The Minister of Finance deliberately left the capital gains inclusion rate out of the legislation that followed her budget announcement.  Allegedly, she was trying to ‘wedge’ the Conservatives on choosing to support the wealthy (0.13% of Canadians who would have to pay this tax, she says) vs. our approach on tax fairness. 

Over the past several weeks, there has been a stream of representations to Finance, trying to explain to the government the breadth of Canadians this change actually affects.  Some of those groups actually believed their input had an impact, and that there would be exemptions, or a withdrawal of the increase – as we saw in 2017. [See my commentary on how many Canadians will be impacted by this tax increase]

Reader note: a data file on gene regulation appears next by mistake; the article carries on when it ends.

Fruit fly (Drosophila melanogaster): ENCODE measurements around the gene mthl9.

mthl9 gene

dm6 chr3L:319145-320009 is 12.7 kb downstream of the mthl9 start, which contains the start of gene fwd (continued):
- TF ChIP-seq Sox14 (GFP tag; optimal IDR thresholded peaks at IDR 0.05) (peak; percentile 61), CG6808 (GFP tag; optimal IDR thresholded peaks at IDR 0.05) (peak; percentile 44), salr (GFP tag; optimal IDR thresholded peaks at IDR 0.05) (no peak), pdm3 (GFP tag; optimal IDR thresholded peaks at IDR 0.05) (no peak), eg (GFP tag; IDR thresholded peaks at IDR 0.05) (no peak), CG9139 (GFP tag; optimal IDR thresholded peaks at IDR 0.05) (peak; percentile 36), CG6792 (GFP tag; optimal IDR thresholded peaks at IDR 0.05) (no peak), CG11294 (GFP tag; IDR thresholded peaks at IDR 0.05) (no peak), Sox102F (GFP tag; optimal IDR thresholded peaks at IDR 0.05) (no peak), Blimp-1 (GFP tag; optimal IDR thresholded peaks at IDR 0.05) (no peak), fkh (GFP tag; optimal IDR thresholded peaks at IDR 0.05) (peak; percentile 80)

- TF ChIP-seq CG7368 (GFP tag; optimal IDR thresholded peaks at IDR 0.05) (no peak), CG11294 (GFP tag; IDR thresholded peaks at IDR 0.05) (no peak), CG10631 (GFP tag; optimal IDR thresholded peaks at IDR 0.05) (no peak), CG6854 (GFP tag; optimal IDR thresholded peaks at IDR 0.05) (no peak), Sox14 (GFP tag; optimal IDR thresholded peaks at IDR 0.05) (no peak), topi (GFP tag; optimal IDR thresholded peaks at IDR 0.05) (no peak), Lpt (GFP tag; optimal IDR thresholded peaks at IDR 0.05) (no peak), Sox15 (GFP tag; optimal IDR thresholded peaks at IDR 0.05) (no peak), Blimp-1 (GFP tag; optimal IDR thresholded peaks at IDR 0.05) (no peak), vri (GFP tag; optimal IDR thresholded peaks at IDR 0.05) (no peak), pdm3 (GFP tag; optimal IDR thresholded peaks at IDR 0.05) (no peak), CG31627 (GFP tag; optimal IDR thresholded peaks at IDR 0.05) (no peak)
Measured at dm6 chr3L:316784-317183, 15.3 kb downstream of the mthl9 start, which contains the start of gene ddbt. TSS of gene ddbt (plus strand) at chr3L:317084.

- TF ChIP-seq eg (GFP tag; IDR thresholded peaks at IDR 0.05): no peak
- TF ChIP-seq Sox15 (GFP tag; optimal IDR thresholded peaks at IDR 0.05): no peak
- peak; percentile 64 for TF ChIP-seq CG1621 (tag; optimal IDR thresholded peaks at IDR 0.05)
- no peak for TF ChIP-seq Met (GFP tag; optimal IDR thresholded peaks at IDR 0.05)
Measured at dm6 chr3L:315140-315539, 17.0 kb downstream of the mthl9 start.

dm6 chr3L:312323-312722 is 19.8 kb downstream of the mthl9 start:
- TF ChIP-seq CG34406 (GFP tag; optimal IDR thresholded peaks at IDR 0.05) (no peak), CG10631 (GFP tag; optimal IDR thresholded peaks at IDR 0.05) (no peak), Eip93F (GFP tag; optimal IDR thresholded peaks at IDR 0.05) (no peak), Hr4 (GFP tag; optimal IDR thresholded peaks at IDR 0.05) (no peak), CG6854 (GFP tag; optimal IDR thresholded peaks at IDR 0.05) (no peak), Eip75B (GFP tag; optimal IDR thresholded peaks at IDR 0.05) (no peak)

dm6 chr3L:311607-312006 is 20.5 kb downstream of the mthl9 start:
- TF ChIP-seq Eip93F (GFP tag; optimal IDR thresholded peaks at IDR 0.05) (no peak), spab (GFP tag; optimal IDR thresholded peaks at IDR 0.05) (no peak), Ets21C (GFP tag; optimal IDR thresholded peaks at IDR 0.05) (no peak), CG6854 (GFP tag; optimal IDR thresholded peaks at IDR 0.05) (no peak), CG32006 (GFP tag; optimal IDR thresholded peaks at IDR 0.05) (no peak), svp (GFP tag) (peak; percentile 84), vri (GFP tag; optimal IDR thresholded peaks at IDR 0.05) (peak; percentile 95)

In the end, what she says is what we get.

Increased taxes. 

This affects all of us.  We all benefit from the economic growth of a robust economy

The graph below shows Canada’s Gross Fixed Capital Investment – adjusted for inflation.

Note the increased investment that coincides with lower capital taxes – and good-paying jobs and incomes and income taxes and payroll taxes all follow along.

(2008 – 2009 is the recession caused by the global financial crisis)

Retroactive Taxation

But the biggest problem I believe it represents is the end of trust in government, and how governments tax your income.